36.Mr. Zhuravsky (Russian Federation) said that the Cossack patrols represented an independent social and cultural group which, like its ancestors in the eighteenth and nineteenth centuries, offered assistance to the army and the police, in accordance with the law. To prevent any abuse, the level of compensation paid to indigenous communities by large enterprises was set by tripartite agreements between the enterprises, regional authorities and indigenous communities. Major corporations like Gazprom, Novatek and Rosneft had introduced social programmes for indigenous communities. Religious organizations undeniably contributed to social cohesion and peacebuilding.
37.Ms. Crickley (Country Rapporteur) outlined the issues of concern that would feature in the Committee’s concluding observations addressed to the State party, notably the lack of a clear definition of racial discrimination in Russian law or measures to prohibit and prevent the phenomenon; the emergence of extremist and neo-Nazi movements; the difficulty for indigenous communities of meeting their needs while preserving their traditional way of life; and discrimination against Roma, and the obstacles experienced by migrants, minorities and stateless persons regarding administrative procedures.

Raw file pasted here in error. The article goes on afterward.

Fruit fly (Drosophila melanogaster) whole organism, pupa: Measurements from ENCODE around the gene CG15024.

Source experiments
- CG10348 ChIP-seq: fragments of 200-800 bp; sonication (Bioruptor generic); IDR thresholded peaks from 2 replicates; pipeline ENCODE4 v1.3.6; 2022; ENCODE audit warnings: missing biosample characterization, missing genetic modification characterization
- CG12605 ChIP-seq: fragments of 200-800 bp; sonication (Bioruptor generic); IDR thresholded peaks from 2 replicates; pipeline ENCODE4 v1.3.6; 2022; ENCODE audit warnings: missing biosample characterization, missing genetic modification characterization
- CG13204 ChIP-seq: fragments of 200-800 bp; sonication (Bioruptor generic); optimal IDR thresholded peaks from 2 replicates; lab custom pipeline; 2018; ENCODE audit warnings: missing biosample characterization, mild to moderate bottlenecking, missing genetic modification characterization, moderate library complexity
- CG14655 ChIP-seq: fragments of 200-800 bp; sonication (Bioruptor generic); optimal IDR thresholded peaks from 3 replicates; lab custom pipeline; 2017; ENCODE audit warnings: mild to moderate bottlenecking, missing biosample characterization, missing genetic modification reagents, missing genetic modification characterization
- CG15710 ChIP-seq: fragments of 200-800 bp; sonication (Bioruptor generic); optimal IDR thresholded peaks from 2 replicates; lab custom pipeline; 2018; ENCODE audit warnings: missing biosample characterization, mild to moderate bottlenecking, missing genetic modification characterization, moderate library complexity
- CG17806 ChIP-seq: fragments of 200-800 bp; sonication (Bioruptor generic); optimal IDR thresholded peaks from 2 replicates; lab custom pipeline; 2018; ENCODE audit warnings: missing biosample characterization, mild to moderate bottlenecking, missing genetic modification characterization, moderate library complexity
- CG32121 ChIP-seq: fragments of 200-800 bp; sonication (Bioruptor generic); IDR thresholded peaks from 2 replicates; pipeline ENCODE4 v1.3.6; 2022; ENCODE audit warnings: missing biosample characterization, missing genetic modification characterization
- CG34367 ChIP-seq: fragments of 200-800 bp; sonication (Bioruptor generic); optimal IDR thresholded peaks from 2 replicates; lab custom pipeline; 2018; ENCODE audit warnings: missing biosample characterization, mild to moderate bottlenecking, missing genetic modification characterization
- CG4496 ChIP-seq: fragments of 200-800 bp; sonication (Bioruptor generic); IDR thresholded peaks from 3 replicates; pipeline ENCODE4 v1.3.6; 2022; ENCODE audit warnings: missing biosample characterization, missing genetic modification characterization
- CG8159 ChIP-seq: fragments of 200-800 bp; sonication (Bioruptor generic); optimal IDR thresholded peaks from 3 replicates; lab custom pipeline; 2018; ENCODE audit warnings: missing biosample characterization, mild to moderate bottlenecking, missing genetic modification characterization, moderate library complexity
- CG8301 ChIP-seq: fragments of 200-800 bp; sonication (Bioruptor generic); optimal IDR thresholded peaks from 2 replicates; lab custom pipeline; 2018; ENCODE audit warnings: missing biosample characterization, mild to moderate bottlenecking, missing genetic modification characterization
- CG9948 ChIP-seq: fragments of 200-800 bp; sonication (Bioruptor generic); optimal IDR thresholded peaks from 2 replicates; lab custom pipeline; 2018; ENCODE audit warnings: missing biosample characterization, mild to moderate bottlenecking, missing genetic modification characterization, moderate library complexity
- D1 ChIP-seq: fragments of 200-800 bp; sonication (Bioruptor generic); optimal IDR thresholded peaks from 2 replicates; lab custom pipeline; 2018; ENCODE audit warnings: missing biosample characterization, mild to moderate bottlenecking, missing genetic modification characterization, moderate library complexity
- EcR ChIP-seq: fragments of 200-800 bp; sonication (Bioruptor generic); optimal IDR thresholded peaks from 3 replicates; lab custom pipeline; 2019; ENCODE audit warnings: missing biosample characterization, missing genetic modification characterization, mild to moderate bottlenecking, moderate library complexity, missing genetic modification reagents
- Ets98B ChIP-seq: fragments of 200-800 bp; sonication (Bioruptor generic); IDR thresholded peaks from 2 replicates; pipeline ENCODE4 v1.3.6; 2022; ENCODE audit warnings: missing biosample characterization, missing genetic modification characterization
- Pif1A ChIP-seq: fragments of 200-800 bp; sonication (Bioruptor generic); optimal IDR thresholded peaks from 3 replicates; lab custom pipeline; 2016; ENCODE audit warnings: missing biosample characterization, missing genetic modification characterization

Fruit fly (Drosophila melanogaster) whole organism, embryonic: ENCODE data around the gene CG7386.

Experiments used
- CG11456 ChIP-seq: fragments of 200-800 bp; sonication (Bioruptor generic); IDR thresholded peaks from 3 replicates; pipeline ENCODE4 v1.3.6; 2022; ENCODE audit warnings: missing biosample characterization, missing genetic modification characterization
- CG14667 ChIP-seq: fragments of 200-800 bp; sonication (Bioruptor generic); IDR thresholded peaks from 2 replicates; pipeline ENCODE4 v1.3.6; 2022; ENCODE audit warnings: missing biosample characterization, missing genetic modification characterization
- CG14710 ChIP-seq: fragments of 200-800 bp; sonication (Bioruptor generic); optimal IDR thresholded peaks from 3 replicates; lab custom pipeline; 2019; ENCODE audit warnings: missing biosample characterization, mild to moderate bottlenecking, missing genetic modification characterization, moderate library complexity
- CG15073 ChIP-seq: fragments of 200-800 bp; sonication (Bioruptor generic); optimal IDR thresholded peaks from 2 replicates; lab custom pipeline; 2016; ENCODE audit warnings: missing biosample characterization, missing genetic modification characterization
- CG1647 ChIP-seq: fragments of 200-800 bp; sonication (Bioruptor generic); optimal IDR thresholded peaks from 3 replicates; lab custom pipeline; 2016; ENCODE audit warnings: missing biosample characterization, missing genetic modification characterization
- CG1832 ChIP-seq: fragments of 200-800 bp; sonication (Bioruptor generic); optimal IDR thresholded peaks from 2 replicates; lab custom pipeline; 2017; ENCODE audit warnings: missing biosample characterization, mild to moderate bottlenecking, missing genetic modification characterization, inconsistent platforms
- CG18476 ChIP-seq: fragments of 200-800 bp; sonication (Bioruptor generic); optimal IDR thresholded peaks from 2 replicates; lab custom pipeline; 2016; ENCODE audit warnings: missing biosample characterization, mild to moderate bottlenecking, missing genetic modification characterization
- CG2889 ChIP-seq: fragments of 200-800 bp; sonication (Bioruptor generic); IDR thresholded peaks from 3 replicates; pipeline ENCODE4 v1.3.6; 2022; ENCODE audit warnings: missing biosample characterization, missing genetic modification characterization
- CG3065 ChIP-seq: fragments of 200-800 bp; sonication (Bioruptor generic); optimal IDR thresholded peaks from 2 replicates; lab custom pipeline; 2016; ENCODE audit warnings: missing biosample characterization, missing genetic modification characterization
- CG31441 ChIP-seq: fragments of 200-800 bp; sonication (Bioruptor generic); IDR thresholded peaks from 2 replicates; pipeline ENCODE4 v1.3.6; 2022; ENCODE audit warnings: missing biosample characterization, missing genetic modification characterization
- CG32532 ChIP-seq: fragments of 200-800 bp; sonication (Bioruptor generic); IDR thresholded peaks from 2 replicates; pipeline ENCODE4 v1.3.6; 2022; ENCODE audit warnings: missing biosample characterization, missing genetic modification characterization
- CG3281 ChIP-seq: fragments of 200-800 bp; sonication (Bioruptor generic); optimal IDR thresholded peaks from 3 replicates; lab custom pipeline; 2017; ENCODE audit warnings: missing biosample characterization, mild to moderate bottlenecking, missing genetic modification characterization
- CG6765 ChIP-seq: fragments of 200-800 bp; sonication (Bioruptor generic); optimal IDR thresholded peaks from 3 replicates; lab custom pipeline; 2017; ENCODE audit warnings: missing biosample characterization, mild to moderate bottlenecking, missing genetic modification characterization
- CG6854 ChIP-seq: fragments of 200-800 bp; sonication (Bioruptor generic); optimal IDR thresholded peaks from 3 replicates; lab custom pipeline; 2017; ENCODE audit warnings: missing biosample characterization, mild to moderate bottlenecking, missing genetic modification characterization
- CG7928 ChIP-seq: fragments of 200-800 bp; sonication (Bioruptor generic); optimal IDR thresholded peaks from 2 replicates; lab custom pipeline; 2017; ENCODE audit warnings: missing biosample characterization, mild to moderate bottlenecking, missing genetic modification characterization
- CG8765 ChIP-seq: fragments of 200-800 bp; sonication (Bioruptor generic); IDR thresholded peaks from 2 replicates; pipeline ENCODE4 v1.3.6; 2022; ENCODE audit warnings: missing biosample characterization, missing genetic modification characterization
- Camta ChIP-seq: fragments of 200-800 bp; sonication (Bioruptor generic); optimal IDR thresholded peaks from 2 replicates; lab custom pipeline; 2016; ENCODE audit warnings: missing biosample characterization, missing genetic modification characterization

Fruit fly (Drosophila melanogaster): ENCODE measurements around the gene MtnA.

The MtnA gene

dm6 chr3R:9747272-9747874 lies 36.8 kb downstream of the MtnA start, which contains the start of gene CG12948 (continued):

The meeting rose at 1 p.m.